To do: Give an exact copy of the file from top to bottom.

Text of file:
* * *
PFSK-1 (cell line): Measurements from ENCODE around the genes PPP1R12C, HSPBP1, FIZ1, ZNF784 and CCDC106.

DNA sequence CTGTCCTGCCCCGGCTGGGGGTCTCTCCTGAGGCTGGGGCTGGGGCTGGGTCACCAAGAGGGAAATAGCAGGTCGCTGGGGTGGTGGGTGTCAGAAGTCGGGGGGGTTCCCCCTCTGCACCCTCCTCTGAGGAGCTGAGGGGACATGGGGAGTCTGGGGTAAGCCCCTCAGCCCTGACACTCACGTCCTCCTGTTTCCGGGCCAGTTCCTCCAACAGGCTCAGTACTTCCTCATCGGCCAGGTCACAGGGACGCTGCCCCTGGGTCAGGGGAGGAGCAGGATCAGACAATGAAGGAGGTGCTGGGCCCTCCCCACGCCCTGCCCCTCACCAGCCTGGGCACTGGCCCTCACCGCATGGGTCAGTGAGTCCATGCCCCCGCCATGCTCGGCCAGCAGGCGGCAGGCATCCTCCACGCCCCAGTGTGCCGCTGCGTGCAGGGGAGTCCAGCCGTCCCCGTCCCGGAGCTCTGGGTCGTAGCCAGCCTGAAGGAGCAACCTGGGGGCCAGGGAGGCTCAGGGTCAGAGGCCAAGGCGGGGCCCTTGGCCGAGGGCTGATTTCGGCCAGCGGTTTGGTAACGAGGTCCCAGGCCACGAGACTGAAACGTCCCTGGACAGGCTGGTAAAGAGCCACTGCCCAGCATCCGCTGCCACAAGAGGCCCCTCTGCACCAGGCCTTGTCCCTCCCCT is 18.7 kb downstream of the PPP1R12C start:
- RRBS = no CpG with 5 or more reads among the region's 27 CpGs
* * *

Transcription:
PFSK-1 (cell line): Measurements from ENCODE around the genes PPP1R12C, HSPBP1, FIZ1, ZNF784 and CCDC106.

DNA sequence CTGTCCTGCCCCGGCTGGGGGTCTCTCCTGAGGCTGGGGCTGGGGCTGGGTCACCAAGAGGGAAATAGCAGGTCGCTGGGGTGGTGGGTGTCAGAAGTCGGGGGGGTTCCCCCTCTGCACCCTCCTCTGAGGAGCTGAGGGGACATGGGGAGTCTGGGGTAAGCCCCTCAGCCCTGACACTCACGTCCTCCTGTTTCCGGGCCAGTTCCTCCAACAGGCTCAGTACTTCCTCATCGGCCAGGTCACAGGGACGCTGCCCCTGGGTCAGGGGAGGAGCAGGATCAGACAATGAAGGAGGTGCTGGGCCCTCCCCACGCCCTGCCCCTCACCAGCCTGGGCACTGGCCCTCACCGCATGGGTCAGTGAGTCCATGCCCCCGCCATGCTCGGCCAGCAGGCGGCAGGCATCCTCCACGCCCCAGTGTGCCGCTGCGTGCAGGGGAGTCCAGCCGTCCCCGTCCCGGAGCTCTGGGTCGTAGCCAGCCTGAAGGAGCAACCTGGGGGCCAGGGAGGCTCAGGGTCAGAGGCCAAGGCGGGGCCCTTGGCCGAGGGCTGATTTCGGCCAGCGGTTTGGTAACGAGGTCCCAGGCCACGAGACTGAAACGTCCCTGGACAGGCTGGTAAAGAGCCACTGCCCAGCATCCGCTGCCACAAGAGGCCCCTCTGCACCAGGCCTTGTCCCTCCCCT is 18.7 kb downstream of the PPP1R12C start:
- RRBS = no CpG with 5 or more reads among the region's 27 CpGs